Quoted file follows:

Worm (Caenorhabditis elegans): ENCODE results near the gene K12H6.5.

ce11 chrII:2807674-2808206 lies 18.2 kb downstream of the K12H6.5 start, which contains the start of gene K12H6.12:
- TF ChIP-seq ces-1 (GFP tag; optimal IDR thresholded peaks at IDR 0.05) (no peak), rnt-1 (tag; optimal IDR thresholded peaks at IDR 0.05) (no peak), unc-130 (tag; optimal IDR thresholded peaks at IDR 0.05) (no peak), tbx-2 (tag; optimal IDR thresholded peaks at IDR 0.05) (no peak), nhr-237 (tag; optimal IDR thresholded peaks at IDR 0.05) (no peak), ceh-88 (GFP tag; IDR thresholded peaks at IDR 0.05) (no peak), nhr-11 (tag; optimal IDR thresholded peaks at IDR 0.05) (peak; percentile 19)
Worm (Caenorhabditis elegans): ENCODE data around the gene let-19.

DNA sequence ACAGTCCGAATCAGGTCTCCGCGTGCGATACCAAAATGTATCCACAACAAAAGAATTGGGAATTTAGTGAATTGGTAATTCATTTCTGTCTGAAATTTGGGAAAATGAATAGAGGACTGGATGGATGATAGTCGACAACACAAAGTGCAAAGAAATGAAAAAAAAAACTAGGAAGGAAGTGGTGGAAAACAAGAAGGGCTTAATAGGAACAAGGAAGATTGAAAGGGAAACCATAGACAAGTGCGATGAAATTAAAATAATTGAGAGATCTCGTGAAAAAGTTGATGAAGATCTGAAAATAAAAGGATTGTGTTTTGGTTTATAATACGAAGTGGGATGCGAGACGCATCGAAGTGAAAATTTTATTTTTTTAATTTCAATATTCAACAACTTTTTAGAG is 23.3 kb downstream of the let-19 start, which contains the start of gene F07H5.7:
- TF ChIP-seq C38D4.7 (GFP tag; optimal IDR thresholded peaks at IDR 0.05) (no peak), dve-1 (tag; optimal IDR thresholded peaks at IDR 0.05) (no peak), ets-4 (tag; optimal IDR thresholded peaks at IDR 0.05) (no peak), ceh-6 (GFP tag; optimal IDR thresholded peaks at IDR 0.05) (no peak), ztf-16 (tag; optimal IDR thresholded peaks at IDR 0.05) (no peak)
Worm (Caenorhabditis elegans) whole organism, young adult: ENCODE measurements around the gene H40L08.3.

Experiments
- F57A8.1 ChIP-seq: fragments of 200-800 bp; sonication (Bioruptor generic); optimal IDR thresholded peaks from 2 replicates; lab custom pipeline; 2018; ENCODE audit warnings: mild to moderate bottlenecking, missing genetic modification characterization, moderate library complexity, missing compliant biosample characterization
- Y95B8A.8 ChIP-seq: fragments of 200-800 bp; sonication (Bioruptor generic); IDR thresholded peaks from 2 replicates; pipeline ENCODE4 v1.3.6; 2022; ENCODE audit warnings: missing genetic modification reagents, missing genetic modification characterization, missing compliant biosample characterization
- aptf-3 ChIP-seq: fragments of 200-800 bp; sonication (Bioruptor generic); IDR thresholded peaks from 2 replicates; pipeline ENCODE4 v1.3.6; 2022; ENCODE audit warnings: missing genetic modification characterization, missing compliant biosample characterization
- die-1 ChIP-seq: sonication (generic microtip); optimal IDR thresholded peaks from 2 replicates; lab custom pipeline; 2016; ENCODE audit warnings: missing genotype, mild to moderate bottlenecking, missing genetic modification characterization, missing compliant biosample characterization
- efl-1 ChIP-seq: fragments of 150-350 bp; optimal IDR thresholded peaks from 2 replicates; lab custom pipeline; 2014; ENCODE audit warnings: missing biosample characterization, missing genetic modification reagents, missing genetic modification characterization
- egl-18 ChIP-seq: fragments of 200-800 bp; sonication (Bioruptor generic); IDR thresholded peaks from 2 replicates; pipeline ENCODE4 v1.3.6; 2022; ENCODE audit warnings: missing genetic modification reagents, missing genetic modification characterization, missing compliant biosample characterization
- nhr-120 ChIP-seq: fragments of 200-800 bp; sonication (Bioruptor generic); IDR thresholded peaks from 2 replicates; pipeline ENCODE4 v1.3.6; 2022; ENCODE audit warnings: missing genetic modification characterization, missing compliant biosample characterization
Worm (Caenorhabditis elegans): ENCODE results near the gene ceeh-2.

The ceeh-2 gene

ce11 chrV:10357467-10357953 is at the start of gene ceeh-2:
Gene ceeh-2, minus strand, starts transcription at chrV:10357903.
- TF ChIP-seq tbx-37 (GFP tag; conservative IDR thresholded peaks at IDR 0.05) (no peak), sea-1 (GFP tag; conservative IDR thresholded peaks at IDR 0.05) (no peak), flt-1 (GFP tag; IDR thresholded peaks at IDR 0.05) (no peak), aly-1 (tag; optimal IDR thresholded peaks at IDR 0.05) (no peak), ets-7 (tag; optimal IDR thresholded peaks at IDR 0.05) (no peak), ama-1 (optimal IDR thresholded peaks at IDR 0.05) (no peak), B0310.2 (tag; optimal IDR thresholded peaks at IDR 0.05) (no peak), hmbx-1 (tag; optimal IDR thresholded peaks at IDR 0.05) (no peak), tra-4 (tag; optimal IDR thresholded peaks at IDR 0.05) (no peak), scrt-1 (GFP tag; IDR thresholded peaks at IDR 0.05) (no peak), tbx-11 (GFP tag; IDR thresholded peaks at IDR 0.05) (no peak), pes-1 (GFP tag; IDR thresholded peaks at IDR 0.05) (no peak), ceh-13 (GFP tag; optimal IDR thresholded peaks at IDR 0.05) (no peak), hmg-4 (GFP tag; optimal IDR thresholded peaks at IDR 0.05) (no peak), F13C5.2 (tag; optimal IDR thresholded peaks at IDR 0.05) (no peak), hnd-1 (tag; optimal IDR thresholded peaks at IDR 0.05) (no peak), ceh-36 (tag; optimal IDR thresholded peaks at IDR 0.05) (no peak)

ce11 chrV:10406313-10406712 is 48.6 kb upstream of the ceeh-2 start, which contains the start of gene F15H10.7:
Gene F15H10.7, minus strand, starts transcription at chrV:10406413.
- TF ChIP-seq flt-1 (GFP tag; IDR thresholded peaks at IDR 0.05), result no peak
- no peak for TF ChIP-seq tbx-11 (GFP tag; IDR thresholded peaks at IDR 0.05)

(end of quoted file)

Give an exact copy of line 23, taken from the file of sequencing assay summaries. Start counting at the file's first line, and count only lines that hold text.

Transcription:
- TF ChIP-seq flt-1 (GFP tag; IDR thresholded peaks at IDR 0.05), result no peak